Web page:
EwB also appreciated from discussions at higher levels that it was easier to make progress locally when focusing on priorities recognised nationally, such as, in this case, the rice crop.

In conclusion, 5 things need to change within the Ministry:

  • Innovation on extension services. Go beyond crop production
  • Professional development of field staff
  • Effective management practices
  • Processes for planning, budgeting and learning
  • Decentralized power and resources

Colin Poulton outlined findings from research carried out in Kenya and Malawi into the functioning of the ministry in the field by members of the Future Agricultures Consortium. Four Districts had been covered in Kenya, three in Malawi, with contrasting levels of development.

What farmers wanted from the ministry in Kenya depended on their circumstances. In Nyeri South supply chains for commercial crops of tea, coffee, dairy and horticulture were already well established, so that technical advice that the ministry supplied met the farmers’ needs. In contrast, in less well developed Rachuonyo, the overwhelming need was to link farmers to markets for inputs, credit and outputs — and to combat the rampant local scourge of striga weed. Above all, farmers wanted to see extension workers in the field.

The Kenyan research threw up one surprising finding: the large majority of the staff of the ministry at District level were not in the field, but in the District headquarters or divisional offices.

These results were set within a political context that had seen the number of agricultural and rural ministries in Kenya proliferate from 3 to 9, while new Districts were also being created. 

In Malawi, there were imbalances across Districts as well: one district had three times more graduates than the other two districts combined. Staff were heavily taken up by the administration of the fertiliser subsidy, with little time for other duties. Low wages undermined motivation and some staff did little, waiting for the opportunity to work on NGO projects where the pay was better.
It seemed that substantial improvements in performance will require greater staff accountability to their farmer clients and rewards based on performance. District managers need greater authority to reward hard work and more say on hiring and promotion. Decentralisation might increase stakeholder voice over budgeting and planning and raise efficiency — although it may do little for equity, given that marginal farmers have little voice in local affairs.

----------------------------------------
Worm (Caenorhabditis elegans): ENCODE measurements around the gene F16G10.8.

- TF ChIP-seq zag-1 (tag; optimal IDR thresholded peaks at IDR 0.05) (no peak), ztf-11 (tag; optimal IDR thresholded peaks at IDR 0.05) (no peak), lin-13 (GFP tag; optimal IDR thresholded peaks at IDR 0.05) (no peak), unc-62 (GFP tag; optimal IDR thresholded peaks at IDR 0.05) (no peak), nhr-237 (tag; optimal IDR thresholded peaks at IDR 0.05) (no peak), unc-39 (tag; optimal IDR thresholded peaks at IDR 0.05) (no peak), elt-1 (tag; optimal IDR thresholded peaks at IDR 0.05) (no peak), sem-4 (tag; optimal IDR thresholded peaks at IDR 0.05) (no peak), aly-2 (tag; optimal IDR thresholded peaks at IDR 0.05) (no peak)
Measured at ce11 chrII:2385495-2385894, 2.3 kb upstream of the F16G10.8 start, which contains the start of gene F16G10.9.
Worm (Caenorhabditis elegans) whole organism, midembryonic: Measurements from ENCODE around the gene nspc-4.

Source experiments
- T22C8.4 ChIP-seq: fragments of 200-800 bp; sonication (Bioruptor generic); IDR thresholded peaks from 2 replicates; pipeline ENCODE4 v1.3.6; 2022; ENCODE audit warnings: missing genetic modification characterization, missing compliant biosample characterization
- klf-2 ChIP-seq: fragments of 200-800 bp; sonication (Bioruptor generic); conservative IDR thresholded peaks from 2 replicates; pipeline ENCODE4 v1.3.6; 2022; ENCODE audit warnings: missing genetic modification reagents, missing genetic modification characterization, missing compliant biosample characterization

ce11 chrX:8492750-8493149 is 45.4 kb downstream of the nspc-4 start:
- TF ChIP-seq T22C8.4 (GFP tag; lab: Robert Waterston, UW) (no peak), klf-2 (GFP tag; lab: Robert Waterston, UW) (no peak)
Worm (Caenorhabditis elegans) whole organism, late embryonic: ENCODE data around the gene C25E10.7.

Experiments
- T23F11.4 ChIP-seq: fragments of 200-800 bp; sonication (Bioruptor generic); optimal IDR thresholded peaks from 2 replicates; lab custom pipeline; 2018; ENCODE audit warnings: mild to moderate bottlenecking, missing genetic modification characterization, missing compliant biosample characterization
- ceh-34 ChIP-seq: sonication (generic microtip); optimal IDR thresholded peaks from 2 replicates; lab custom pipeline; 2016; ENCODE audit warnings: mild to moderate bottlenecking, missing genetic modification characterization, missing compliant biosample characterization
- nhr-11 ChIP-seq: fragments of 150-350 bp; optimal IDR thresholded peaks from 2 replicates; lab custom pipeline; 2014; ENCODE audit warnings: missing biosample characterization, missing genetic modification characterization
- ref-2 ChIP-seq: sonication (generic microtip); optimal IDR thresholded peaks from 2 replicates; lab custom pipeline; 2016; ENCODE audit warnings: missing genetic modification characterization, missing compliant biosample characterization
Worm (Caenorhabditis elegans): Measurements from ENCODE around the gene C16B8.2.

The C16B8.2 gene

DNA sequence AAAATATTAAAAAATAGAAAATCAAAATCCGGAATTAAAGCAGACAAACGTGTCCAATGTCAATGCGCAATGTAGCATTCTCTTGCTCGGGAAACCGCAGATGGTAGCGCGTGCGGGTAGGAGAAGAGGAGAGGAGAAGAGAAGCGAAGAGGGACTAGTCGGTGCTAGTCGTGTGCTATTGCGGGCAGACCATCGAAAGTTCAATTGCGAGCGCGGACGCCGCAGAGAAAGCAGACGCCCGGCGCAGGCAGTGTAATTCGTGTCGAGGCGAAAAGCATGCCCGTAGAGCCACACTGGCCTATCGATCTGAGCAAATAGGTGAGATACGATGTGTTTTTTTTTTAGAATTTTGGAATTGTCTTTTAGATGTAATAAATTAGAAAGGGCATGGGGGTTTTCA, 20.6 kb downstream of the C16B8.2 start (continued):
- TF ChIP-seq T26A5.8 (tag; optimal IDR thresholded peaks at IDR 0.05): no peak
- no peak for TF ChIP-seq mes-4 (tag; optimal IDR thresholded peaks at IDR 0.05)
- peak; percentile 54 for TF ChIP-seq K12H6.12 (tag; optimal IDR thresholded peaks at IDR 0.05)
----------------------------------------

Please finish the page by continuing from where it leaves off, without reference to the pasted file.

In sum, three things were clear:

  • Ministries were weak in responding to farmer needs — since staff were inadequately rewarded for meeting local needs, were managed according to centralised policies and followed national policies that sometimes did not correspond with the local reality;
  • The ministries operated top-down and were often top-heavy, in resources and focus — with too little attention to field performance; and,
  • That providing useful agricultural services to marginal farmers may be difficult, but it is not clear that most ministries make a serious attempt to do so.

Points raised in questions included:

  • Whether community views could be made part of the assessment of ministry staff;
  • How ministries of agriculture link to other ministries and the presidency or prime minister’s office;
  • How marginal farmers can ever be reached; and,
  • Whether when large multinational enterprises are engaged in the supply chain, performance improves.

Two key points were made in response by the speakers:

  • The more promising avenues for improvement lies in forms of decentralisation that make the ministries more responsive to their clients, the farmers; and,
  • There have been by now many pilots of reforms to find better ways of providing services to farmers: this experience needs to be documented, disseminated and lessons drawn.


With funds flowing again to African agriculture, what can be done to help make Ministries of Agriculture more effective in the field? Is funding the issue, or is their use more important? What, in any case, should be the roles of the ministry at the district level? And thus what roles should NGOs and private enterprise play?

This meeting saw the panel discussing emerging insights from Ghana, Kenya, Malawi and Zambia.